Hartford Stage reinvents ‘Christmas Carol’ as free, online ‘Community Carol’ (featuring Julia Rosenblatt, Theater Arts Program Coordinator)

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Hartford Stage will perform a whole new “Carol” this Christmas while its theater remains shuttered due to the pandemic. Unable to stage its traditional “A Christmas Carol: A Ghost Story of Christmas,” Hartford Stage has gathered some of the most recognizable actors from that show and created a new, free, virtual piece, “A Community Carol,” which premieres Dec. 17 and streams online through Dec. 21.

Living up to its title, “A Community Carol” was “collectively created,” according to Rachel Alderman. “The plot and the text are from Dickens’ ‘A Christmas Carol,’ but the way you will experience the story online is from the collective talent and imagination of all of the artists involved.”

Alderman, who has overseen the live show for several years, is credited with adapting and directing the piece.

The pandemic has interrupted a show that has happened every December for over two decades, and Hartford Stage wants to acknowledge that gap with “A Community Carol.” The show refers to its main cast as the “returning ensemble,” a dozen actors who’ve appeared in the show at least since Alderman has helmed it, and in some cases have been with “A Christmas Carol” for over two decades.

The main cast consists of professional actors in the Actors Equity union. But Hartford Stage’s “A Christmas Carol” is also known for providing roles for student actors at the University of Hartford’s Hartt School and a throng of adorable local children. Those traditions have been carried on to “Community Carol.”

The new show goes even further, finding room for appearances by Hartford Gay Men’s Chorus, renowned “Night Fall” puppeteer Anne Cubberley, Reverends Cathy & Heather Rion Starr of the Unitarian Society of Hartford and others. Julia Rosenblatt, the co-founder of HartBeat Ensemble who teaches theater at Capital Community College, consulted on the script.

“When we realized we couldn’t do what we normally do — financially as well as for health and safety reasons — we could step back and ask ourselves a question,” Alderman says. “What do we value about the fact that we do ‘A Christmas Carol’ every year? The essence of the answer is the connectivity, the community joy and the warmth that we share from doing it.

“We wanted this to be a light in the darkness. What will this look like in such crazy circumstances? That was the seed. We wanted to capture that.”

Alderman says “A Community Carol” deals with contemporary themes of racial injustice and other social concerns, “using Dickens’ language, which will seem different anyway because it’s on Zoom. The lines resonate differently. The word ‘contagious’ is used to describe laughter, and it just jumps out at you.” (The original Dickens line is “It is a fair, even-handed, noble adjustment of things, that while there is infection in disease and sorrow, there is nothing in the world so irresistibly contagious as laughter and good-humour.”)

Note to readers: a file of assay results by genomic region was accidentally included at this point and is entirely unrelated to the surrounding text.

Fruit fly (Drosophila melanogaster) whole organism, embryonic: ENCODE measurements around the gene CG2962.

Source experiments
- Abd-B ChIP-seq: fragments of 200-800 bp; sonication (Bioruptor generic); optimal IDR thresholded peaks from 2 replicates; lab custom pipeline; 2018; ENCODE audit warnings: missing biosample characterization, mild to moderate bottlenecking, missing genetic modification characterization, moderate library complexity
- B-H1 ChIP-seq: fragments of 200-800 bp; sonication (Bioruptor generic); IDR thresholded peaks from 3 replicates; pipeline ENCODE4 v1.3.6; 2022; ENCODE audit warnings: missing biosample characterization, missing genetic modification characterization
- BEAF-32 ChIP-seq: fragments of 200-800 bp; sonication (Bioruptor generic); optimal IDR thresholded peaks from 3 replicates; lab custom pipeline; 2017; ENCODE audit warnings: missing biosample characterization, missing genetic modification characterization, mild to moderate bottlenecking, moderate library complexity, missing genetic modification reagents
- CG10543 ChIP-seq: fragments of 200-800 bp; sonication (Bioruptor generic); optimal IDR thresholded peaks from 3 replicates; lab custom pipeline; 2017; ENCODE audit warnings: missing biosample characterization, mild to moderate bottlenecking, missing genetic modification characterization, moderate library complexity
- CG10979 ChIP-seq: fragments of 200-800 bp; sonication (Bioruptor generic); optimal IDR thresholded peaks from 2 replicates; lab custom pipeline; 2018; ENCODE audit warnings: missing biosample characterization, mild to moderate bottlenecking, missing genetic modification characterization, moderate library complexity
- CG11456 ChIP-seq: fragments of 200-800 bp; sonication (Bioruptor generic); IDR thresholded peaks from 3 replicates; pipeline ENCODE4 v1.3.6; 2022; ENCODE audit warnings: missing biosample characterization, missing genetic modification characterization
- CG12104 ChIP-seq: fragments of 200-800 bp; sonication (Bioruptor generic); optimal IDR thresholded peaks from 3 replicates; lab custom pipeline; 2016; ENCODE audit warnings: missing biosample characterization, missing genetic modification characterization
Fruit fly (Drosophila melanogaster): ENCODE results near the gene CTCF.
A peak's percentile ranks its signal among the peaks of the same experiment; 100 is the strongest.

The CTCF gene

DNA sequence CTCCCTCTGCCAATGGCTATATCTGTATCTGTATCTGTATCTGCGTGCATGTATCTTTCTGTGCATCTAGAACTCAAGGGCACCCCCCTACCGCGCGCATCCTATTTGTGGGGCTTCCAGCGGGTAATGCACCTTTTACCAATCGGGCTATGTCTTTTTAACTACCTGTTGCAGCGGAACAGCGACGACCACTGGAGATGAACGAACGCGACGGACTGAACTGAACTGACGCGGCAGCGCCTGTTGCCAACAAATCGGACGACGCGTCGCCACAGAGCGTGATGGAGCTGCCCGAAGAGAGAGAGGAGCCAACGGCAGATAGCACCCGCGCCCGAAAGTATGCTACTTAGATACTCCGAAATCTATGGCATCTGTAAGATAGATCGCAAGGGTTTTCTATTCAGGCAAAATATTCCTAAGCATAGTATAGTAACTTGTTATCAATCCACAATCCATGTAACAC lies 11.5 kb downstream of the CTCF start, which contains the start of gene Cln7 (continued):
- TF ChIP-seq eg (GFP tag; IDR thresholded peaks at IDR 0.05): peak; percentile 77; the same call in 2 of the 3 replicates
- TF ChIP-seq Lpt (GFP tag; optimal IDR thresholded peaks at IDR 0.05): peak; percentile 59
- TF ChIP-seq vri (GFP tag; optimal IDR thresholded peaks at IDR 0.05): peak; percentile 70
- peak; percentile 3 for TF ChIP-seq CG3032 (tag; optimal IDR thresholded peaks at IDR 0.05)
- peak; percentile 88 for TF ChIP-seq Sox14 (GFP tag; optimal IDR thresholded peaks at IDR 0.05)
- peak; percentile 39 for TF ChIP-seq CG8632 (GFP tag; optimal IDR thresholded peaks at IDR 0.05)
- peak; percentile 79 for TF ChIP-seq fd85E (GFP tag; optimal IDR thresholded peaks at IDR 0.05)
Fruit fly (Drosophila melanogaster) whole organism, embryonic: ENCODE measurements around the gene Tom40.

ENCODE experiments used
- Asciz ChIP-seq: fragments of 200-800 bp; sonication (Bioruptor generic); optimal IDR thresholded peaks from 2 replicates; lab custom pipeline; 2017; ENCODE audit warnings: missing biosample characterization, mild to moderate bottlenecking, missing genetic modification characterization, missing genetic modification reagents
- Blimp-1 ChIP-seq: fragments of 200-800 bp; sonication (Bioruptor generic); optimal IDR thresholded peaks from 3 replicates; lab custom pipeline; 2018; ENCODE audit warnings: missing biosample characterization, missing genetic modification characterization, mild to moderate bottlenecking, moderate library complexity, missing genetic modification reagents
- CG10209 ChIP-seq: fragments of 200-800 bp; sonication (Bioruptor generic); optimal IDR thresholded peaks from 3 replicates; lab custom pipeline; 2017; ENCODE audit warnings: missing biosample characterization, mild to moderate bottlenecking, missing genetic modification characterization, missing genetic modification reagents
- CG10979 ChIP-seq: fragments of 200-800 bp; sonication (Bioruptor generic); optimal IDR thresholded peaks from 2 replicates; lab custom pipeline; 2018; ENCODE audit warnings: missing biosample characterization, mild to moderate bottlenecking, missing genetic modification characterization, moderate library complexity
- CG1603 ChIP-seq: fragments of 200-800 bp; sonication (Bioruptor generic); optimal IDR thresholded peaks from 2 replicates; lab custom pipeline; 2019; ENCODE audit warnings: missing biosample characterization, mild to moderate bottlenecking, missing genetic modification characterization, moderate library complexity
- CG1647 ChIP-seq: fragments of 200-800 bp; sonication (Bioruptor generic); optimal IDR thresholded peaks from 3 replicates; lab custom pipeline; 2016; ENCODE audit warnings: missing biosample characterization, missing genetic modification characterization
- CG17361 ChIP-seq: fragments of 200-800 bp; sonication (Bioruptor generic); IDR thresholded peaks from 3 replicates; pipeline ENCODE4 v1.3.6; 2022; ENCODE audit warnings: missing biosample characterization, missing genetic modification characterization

“There are lots of different roads into the story,” Alderman continues. “The premise is that our ensemble has gotten together to read ‘A Christmas Carol’ in a Zoom reunion. As they begin the story, larger forces begin to interfere.”

The tale of Ebenezer Scrooge’s spiritual transformation, from a curmudgeonly skinflint to a gleeful philanthropist gamboling in the snow on Christmas morning, is enlivened for “A Community Carol” with special sections that take different forms than the central reading. Besides Cubberly and her team doing the Marley section, Capital Community College is overseeing the party sequence from when a young Scrooge is apprenticed to the jolly Mr. Fezziwig and the Hartt students take on the “future” section. The child performers, known as the “Youth Ensemble,” were prompted to share stories of their own, submitted as short videos.

Since the whole show is pre-recorded, Alderman says “we were able to look at all the different tools we have and ask ‘What’s best for this moment?’”

Some plans were rethought as the pandemic worsened. “We were going to film one caroling segment outdoors, with social distancing. But then the numbers ticked up and it did not seem appropriate. You adjust.”

“There’s a lot that’s familiar and there’s a lot that’s new. This is all about going with the flow.”

A Community Carol runs Dec. 17-2. Admission is free, but viewers must create an account and “purchase” tickets through the Hartford Stage website, hartfordstage.org/communitycarol. Donations are encouraged. Those who donate $25 or more will receive a special candle that can be used for the “community candle lighting ceremony” at 7 p.m. on the show’s opening night.

Christopher Arnott can be reached at carnott@courant.com.

https://www.courant.com/ctnow/arts-theater/hc-ctnow-preview-hartford-stage-community-carol-20201203-naggrmwpavaznfpoivn72ltj2e-story.html